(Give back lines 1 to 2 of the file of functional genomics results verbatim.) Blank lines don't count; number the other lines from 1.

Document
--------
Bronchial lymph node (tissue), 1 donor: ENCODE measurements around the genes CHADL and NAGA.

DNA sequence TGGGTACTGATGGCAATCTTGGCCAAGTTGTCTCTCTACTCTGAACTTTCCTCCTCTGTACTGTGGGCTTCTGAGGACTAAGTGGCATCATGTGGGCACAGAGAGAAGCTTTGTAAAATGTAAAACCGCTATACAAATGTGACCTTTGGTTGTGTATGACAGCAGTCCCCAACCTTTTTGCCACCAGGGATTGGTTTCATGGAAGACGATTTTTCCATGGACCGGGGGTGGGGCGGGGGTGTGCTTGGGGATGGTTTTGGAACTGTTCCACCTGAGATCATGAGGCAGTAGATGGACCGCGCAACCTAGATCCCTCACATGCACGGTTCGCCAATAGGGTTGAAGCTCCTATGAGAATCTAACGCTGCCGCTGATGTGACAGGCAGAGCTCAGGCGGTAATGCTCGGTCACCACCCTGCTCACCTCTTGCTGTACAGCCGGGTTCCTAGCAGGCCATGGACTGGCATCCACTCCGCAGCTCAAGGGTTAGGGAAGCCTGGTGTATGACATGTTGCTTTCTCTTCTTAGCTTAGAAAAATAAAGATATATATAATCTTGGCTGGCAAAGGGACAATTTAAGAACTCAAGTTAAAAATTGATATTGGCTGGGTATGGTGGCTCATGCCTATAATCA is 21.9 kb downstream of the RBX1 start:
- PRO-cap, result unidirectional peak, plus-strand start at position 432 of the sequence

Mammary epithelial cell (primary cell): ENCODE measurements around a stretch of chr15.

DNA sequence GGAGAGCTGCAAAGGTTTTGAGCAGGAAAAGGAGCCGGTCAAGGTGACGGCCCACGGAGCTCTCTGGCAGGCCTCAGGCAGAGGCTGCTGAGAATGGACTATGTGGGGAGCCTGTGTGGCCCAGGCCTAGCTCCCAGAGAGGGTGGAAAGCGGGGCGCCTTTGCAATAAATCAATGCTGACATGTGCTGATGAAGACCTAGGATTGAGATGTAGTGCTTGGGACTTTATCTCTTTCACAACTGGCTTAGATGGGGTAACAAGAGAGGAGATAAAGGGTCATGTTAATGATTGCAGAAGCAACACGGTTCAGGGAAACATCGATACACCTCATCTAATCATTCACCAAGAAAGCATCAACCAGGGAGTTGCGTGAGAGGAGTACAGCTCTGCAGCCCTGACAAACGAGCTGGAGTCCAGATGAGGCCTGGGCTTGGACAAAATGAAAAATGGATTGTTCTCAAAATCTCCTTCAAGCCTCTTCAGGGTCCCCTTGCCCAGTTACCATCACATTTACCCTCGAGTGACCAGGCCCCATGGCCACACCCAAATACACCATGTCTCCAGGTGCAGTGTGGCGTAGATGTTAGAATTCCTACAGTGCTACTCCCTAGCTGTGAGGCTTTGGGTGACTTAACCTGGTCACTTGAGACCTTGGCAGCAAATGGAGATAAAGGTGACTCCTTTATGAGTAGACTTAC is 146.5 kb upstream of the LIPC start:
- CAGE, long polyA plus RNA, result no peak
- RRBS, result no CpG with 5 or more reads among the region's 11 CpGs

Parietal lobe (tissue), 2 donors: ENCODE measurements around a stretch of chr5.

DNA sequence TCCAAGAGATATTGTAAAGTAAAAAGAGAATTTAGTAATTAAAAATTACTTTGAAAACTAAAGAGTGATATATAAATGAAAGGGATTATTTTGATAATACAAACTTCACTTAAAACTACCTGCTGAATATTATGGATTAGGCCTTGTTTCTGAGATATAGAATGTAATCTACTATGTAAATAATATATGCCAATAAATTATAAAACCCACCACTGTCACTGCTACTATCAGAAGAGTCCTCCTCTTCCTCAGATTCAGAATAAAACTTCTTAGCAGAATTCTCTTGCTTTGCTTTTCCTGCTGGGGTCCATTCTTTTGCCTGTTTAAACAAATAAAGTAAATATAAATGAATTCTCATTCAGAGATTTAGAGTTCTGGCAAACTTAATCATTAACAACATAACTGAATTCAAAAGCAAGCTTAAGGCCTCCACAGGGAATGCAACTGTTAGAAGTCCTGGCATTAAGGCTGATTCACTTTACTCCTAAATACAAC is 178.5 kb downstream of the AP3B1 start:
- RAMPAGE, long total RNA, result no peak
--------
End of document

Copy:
Bronchial lymph node (tissue), 1 donor: ENCODE measurements around the genes CHADL and NAGA.

DNA sequence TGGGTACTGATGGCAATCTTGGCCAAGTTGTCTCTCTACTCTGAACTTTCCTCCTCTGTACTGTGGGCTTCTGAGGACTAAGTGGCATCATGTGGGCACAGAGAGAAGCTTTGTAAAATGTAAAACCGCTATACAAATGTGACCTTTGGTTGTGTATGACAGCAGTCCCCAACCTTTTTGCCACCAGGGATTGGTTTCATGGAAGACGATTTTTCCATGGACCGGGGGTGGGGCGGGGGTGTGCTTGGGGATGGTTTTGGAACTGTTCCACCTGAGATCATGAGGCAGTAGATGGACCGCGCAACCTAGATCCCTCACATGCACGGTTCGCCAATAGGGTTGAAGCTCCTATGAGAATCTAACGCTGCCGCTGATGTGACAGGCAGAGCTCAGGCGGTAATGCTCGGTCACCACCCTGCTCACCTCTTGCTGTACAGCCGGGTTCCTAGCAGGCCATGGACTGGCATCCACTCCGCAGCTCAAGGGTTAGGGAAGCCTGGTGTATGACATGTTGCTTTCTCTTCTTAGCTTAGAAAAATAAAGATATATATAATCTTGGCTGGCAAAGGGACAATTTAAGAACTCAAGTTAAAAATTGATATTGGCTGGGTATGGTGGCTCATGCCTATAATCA is 21.9 kb downstream of the RBX1 start: